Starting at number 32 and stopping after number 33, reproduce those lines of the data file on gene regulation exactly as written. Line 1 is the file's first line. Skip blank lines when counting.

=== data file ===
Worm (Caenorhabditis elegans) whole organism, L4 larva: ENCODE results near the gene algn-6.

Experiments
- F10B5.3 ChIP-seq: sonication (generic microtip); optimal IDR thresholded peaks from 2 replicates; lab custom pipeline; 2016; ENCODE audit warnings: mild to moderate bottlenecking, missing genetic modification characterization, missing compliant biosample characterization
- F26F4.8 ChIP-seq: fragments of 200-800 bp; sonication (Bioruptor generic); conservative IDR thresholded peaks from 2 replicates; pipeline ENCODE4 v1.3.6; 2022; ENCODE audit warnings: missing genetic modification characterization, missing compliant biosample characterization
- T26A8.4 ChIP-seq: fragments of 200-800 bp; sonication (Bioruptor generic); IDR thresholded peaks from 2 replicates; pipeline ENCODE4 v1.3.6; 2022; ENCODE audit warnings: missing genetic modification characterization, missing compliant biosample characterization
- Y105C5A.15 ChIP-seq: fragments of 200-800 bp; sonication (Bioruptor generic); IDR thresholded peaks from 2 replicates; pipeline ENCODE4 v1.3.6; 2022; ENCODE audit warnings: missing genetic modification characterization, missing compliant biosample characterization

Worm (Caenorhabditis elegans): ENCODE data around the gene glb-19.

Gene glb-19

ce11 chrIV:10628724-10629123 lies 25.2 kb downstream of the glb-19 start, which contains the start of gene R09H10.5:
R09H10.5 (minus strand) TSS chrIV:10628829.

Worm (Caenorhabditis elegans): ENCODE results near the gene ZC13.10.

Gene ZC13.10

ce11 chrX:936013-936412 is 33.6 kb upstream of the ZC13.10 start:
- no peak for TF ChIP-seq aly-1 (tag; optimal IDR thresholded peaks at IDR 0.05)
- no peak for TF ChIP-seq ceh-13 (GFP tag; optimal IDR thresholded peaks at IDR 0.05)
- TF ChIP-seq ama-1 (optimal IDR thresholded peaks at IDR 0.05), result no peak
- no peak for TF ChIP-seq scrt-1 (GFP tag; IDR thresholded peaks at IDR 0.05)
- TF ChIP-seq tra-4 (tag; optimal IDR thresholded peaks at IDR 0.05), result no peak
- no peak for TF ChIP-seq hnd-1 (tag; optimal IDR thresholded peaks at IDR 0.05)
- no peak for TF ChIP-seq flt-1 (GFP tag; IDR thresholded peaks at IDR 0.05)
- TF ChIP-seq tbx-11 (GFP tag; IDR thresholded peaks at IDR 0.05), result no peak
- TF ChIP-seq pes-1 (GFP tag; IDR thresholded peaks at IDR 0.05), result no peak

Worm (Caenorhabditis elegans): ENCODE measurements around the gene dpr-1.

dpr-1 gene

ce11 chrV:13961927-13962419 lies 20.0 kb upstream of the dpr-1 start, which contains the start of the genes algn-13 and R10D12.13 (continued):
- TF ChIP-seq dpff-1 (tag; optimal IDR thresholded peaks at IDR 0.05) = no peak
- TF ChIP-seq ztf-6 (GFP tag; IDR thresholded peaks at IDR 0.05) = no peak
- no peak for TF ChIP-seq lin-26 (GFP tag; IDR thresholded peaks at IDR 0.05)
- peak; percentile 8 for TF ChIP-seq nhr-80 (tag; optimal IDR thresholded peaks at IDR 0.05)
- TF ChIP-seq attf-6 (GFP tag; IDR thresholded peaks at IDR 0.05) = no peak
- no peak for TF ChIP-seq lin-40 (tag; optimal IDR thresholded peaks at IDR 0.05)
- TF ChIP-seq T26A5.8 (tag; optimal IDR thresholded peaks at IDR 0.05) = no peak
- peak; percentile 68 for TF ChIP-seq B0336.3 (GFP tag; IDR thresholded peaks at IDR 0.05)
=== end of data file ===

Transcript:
- TF ChIP-seq T26A5.8 (tag; optimal IDR thresholded peaks at IDR 0.05) = no peak
- peak; percentile 68 for TF ChIP-seq B0336.3 (GFP tag; IDR thresholded peaks at IDR 0.05)